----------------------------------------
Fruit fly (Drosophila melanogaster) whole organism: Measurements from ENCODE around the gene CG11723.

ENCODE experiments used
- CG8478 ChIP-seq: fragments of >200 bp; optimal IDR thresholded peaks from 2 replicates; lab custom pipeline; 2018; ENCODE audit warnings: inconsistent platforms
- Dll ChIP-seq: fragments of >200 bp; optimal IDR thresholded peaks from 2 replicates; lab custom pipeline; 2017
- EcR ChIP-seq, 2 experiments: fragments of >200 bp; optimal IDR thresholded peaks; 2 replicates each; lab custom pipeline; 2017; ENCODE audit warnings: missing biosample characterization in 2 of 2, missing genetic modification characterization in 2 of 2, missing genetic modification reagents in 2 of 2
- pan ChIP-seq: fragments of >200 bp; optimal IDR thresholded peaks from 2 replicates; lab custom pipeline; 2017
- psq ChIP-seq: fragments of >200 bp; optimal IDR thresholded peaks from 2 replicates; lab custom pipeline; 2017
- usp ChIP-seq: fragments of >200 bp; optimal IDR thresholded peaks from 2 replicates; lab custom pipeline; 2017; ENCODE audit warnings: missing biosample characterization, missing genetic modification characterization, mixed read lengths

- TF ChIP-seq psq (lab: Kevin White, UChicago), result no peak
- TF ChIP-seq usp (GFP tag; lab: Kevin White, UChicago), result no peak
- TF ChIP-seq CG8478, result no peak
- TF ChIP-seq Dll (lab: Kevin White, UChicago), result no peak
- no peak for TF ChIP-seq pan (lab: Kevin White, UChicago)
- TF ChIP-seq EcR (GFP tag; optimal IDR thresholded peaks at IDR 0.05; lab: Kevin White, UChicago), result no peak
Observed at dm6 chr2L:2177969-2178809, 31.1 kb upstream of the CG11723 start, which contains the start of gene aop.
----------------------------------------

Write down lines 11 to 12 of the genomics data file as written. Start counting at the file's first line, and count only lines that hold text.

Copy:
- TF ChIP-seq CG8478, result no peak
- TF ChIP-seq Dll (lab: Kevin White, UChicago), result no peak